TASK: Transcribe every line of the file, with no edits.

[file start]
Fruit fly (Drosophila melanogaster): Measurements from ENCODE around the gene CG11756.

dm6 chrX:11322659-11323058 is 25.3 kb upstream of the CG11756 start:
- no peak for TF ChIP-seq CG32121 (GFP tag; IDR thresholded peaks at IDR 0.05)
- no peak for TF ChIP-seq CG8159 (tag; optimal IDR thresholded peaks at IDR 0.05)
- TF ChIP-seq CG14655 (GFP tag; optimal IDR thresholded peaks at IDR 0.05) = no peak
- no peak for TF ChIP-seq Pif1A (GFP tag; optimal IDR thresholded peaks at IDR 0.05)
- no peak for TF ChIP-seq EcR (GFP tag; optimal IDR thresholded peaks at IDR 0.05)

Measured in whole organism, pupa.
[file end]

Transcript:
Fruit fly (Drosophila melanogaster): Measurements from ENCODE around the gene CG11756.

dm6 chrX:11322659-11323058 is 25.3 kb upstream of the CG11756 start:
- no peak for TF ChIP-seq CG32121 (GFP tag; IDR thresholded peaks at IDR 0.05)
- no peak for TF ChIP-seq CG8159 (tag; optimal IDR thresholded peaks at IDR 0.05)
- TF ChIP-seq CG14655 (GFP tag; optimal IDR thresholded peaks at IDR 0.05) = no peak
- no peak for TF ChIP-seq Pif1A (GFP tag; optimal IDR thresholded peaks at IDR 0.05)
- no peak for TF ChIP-seq EcR (GFP tag; optimal IDR thresholded peaks at IDR 0.05)

Measured in whole organism, pupa.